• (2) This right may not be invoked in the case of prosecutions genuinely arising from non-political crimes or from acts contrary to the purposes and principles of the United Nations.
• (1) Everyone has the right to a nationality.
• (2) No one shall be arbitrarily deprived of his nationality nor denied the right to change his nationality.
• (1) Men and women of full age, without any limitation due to race, nationality or religion, have the right to marry and to found a family. They are entitled to equal rights as to marriage, during marriage and at its dissolution.
• (2) Marriage shall be entered into only with the free and full consent of the intending spouses.
• (3) The family is the natural and fundamental group unit of society and is entitled to protection by society and the State.
• (1) Everyone has the right to own property alone as well as in association with others.
• (2) No one shall be arbitrarily deprived of his property.
• Everyone has the right to freedom of thought, conscience and religion; this right includes freedom to change his religion or belief, and freedom, either alone or in community with others and in public or private, to manifest his religion or belief in teaching, practice, worship and observance.
• Everyone has the right to freedom of opinion and expression; this right includes freedom to hold opinions without interference and to seek, receive and impart information and ideas through any media and regardless of frontiers.
• (1) Everyone has the right to freedom of peaceful assembly and association.
• (2) No one may be compelled to belong to an association.
• (1) Everyone has the right to take part in the government of his country, directly or through freely chosen representatives.
• (2) Everyone has the right of equal access to public service in his country.
• (3) The will of the people shall be the basis of the authority of government; this will shall be expressed in periodic and genuine elections which shall be by universal and equal suffrage and shall be held by secret vote or by equivalent free voting procedures.
• Everyone, as a member of society, has the right to social security and is entitled to realization, through national effort and international co-operation and in accordance with the organization and resources of each State, of the economic, social and cultural rights indispensable for his dignity and the free development of his personality.
• (1) Everyone has the right to work, to free choice of employment, to just and favourable conditions of work and to protection against unemployment.
• (2) Everyone, without any discrimination, has the right to equal pay for equal work.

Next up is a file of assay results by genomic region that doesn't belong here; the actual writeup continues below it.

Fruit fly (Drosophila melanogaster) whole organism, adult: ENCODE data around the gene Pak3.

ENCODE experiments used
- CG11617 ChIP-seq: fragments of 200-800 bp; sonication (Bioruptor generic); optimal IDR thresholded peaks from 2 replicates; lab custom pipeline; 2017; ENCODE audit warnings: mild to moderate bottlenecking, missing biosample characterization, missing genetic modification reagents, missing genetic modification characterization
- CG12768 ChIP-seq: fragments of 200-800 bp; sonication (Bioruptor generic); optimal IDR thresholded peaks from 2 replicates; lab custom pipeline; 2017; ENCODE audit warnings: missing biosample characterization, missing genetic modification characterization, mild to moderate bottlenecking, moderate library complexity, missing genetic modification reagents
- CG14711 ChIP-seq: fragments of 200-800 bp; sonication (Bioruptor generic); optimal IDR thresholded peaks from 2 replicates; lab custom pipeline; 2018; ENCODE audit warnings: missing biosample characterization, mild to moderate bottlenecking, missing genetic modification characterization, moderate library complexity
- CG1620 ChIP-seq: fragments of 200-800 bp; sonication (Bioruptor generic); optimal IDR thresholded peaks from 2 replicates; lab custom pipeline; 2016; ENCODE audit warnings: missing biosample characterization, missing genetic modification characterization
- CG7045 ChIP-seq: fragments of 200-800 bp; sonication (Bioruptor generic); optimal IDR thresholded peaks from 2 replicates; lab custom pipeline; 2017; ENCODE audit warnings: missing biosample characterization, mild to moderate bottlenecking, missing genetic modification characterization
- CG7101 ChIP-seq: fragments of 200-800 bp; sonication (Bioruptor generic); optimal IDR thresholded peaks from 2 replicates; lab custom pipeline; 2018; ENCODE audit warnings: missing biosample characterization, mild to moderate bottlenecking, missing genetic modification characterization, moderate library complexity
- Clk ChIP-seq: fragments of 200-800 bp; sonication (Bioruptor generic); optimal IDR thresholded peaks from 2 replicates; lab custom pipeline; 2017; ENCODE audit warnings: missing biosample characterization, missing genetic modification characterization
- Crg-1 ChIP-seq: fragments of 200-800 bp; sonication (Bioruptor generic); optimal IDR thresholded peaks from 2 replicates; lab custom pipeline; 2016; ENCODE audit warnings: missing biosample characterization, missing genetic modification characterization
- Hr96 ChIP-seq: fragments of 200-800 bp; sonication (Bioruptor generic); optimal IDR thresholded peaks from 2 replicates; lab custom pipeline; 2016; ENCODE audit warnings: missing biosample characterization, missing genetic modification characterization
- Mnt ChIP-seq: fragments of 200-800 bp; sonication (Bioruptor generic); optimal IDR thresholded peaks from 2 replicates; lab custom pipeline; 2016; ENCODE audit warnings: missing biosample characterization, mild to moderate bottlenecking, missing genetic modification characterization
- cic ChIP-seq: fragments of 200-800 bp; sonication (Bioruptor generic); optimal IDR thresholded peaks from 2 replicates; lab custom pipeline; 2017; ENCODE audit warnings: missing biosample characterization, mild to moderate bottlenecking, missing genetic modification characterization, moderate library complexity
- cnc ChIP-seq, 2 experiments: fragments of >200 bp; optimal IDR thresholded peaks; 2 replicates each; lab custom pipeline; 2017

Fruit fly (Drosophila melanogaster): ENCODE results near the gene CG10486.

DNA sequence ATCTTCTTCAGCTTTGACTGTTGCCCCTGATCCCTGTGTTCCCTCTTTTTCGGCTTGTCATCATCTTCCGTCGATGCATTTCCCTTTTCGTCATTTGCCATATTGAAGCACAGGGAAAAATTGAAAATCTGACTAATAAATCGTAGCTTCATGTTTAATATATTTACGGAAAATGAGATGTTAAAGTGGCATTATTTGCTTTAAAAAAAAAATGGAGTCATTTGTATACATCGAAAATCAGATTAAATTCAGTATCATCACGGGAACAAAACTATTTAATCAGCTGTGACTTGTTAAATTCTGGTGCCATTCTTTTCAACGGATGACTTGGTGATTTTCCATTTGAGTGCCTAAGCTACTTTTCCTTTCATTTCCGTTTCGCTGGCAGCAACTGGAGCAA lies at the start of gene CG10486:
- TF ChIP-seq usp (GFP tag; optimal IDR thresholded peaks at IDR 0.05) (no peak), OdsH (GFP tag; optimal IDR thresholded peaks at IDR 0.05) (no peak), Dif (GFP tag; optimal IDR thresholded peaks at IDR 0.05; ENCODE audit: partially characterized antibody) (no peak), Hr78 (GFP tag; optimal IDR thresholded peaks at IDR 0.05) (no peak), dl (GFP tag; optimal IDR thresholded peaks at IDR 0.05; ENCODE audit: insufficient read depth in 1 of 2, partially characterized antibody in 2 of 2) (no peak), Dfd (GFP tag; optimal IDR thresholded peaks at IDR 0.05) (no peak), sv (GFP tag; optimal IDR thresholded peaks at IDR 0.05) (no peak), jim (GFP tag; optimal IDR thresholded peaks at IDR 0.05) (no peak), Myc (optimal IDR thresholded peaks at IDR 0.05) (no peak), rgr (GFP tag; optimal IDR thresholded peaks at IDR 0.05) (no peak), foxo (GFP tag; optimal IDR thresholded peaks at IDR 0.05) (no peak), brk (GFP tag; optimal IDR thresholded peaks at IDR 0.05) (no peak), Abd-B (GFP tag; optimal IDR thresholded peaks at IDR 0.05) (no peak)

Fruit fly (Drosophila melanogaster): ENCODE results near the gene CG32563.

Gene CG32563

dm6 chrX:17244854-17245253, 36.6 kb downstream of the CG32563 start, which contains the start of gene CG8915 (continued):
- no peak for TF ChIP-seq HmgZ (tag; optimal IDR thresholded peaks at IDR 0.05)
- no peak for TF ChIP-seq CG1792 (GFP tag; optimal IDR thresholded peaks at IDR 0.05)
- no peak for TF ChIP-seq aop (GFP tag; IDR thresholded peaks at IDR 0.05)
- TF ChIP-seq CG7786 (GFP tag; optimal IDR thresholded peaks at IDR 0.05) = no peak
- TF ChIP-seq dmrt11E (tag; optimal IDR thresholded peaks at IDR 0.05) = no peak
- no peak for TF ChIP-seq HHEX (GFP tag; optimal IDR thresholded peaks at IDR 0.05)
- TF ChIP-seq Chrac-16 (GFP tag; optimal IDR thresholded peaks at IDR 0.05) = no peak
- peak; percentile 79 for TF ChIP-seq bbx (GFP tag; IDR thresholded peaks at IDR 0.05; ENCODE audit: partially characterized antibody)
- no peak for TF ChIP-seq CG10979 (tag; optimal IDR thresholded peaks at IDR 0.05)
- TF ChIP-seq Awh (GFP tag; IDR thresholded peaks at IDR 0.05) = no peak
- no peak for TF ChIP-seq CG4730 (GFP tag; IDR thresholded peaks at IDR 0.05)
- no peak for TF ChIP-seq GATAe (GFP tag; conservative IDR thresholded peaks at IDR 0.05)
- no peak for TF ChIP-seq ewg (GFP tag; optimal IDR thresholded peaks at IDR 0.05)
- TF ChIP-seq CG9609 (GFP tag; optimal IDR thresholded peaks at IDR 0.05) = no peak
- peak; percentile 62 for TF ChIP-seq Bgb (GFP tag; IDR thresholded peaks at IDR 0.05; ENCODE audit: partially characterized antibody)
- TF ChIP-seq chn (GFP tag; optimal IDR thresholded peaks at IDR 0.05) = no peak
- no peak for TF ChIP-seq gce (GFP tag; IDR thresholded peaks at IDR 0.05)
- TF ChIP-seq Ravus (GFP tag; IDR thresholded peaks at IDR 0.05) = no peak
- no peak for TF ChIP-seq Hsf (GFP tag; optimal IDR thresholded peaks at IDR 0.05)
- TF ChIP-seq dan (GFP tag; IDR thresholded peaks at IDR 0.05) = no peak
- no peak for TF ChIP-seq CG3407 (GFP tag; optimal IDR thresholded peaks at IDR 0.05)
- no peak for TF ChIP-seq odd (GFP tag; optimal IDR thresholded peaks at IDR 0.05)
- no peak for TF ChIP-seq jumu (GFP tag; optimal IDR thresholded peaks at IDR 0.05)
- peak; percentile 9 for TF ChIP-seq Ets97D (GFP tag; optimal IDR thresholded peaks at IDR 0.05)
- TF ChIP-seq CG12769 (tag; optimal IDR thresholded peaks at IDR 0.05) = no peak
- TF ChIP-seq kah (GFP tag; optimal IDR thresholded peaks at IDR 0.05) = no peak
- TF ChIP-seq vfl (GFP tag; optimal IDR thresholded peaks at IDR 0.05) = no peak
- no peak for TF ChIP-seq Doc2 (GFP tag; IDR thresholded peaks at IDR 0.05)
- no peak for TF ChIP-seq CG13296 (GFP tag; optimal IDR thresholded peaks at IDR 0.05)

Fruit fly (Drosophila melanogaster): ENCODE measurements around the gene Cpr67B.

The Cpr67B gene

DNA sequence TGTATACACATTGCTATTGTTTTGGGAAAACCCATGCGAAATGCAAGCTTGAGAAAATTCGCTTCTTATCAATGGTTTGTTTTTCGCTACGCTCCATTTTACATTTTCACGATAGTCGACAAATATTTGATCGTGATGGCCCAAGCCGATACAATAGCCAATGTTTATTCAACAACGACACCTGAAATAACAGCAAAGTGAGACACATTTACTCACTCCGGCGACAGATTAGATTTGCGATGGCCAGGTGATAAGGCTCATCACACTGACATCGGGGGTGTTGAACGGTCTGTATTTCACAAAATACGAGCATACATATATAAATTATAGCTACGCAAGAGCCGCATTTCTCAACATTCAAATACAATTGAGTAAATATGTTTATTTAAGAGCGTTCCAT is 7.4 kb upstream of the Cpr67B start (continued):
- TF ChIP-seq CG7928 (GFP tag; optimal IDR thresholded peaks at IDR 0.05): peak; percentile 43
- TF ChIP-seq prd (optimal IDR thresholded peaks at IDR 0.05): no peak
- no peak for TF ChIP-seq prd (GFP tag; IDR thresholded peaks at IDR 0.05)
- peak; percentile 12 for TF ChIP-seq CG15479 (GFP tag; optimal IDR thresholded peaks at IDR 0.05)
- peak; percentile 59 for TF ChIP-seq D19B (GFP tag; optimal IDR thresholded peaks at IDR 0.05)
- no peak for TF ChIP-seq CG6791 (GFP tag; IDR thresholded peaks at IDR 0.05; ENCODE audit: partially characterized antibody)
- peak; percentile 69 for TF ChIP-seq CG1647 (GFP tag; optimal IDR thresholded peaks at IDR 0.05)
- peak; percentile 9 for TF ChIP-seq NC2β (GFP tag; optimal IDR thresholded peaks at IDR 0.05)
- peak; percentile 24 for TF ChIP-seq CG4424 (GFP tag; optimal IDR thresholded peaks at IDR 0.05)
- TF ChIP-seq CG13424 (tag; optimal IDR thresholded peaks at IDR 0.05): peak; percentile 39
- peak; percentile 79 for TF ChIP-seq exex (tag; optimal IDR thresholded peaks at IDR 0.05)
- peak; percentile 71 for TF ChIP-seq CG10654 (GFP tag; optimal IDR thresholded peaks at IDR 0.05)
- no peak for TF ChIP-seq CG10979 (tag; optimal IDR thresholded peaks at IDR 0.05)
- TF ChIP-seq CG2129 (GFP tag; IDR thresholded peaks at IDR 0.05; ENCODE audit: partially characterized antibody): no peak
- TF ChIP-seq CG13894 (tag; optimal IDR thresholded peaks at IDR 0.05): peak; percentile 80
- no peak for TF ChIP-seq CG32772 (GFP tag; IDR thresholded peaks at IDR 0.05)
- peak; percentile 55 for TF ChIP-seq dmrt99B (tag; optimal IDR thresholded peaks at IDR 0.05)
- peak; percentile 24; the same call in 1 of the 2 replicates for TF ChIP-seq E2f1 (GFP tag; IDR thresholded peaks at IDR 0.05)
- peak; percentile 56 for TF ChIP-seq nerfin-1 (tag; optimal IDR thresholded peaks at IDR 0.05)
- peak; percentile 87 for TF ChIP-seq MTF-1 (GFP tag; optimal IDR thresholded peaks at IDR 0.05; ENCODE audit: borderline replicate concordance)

• (3) Everyone who works has the right to just and favourable remuneration ensuring for himself and his family an existence worthy of human dignity, and supplemented, if necessary, by other means of social protection.
• (4) Everyone has the right to form and to join trade unions for the protection of his interests.
• Everyone has the right to rest and leisure, including reasonable limitation of working hours and periodic holidays with pay.
• (1) Everyone has the right to a standard of living adequate for the health and well-being of himself and of his family, including food, clothing, housing and medical care and necessary social services, and the right to security in the event of unemployment, sickness, disability, widowhood, old age or other lack of livelihood in circumstances beyond his control.
• (2) Motherhood and childhood are entitled to special care and assistance. All children, whether born in or out of wedlock, shall enjoy the same social protection.
• (1) Everyone has the right to education. Education shall be free, at least in the elementary and fundamental stages. Elementary education shall be compulsory. Technical and professional education shall be made generally available and higher education shall be equally accessible to all on the basis of merit.
• (2) Education shall be directed to the full development of the human personality and to the strengthening of respect for human rights and fundamental freedoms. It shall promote understanding, tolerance and friendship among all nations, racial or religious groups, and shall further the activities of the United Nations for the maintenance of peace.
• (3) Parents have a prior right to choose the kind of education that shall be given to their children.
• (1) Everyone has the right freely to participate in the cultural life of the community, to enjoy the arts and to share in scientific advancement and its benefits.
• (2) Everyone has the right to the protection of the moral and material interests resulting from any scientific, literary or artistic production of which he is the author.
• Everyone is entitled to a social and international order in which the rights and freedoms set forth in this Declaration can be fully realized.
• (1) Everyone has duties to the community in which alone the free and full development of his personality is possible.
• (2) In the exercise of his rights and freedoms, everyone shall be subject only to such limitations as are determined by law solely for the purpose of securing due recognition and respect for the rights and freedoms of others and of meeting the just requirements of morality, public order and the general welfare in a democratic society.
• (3) These rights and freedoms may in no case be exercised contrary to the purposes and principles of the United Nations.
• Nothing in this Declaration may be interpreted as implying for any State, group or person any right to engage in any activity or to perform any act aimed at the destruction of any of the rights and freedoms set forth herein.